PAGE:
Fierce

The Leading Menstrual Pad Manufacturer Has Just Changed Their Packaging to Include Non-Binary Customers And Twitter is Ablaze

On the heels of October 19th’s National Period Day, one brand that has created their empire off of menstruation is changing their rule book. On Monday, Always, the brand that makes sanitary pads for women, announced that they are removing the venus symbol from all their packaging. 

The Venus Symbol, a sign that consists of a circle with a cross coming from below it, has traditionally been used as a symbol representative of the female gender. But, as gender and trans issues have recently become more topical, trans activists have taken issue with Always for including the symbol on their packaging. Critics argued that the symbol worked to exclude gender non-conforming and trans men from their customer base. 

“For folks using these products on a nearly monthly basis, it can be harmful and distressing to see binary/gendered images, coding, language, and symbols,” said Steph deNormand, a Trans Health Program manager, to NBC News. “So, using less coded products can make a huge difference.” 

Transgender advocates are applauding Always for acknowledging the mental health concerns of their range of customers.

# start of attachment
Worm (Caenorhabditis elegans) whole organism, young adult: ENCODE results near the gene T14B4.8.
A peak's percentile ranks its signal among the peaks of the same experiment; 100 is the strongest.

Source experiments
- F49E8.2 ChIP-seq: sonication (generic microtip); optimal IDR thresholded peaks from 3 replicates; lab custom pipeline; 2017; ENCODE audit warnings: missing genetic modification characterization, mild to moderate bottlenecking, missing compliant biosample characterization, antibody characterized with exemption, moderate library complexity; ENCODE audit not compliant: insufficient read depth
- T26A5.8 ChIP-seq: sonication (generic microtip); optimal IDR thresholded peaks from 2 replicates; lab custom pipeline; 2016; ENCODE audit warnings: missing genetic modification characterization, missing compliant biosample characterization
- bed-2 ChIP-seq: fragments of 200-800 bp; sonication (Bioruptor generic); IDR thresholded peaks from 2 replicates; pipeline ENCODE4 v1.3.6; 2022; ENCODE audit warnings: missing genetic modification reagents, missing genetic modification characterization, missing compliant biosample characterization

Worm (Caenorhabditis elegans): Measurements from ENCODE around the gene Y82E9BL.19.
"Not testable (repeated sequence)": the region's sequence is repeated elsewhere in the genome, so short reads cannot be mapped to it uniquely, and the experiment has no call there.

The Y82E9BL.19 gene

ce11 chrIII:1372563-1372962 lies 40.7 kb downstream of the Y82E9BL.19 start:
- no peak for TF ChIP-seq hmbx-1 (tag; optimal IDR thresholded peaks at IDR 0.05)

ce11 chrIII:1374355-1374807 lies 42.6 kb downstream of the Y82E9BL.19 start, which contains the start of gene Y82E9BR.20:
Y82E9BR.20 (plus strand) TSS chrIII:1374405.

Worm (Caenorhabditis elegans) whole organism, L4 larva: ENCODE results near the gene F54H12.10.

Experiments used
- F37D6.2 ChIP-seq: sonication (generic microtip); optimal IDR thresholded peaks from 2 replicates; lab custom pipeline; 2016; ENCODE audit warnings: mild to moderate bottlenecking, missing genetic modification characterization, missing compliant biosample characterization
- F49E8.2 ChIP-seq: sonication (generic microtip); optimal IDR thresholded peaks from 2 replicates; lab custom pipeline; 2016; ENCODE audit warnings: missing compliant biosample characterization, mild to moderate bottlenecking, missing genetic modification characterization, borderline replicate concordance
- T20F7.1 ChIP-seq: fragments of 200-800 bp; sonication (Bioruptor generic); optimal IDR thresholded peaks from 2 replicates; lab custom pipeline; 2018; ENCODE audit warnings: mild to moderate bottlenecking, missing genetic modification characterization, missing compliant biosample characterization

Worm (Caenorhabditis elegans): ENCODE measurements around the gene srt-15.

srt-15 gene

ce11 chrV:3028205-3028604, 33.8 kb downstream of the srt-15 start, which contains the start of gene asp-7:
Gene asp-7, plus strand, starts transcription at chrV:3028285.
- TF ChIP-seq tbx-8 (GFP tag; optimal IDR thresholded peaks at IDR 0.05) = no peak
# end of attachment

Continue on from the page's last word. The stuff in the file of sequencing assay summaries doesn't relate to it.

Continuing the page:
For many transgender advocates, this change has been a long-time coming. Just days ago, Sexuality Educator Ericka Hart racked up almost 18,000 likes and 4,000 retweets for tweeting out the statement: “Any gender can get their period,” complete with a yelling emoji. 

Now, Always’ decision to change their packaging is sparking a larger discussion around the larger way period-related brands market their products.

Dr. Jennifer Gunther, OB/GYN and author of “The Vagina Bible” responded to the news with overall approval,  but with a small caveat. She believes that we should all be mindful of the words we use when we’re describing menstrual products: “They are menstrual or period products, not feminine products,” she recently wrote on Twitter. She went on to say that we should all avoid calling menstrual products sanitary napkins because “having a period does not make you unsanitary”. 

Not everyone approves of Always’s newest marketing move, however.

Along with conservative critics who are blasting the company for pandering to the “radical left”, there are a bevy of feminist activists who are suspicious of the timing behind this move. Very recently, Always has come under fire for the quality of its products in developing countries–particularly countries in Africa. The hashtag #MyAlwaysExperience recently took over Twitter, with women (mostly from Kenya) describing burns and rashes the products have caused.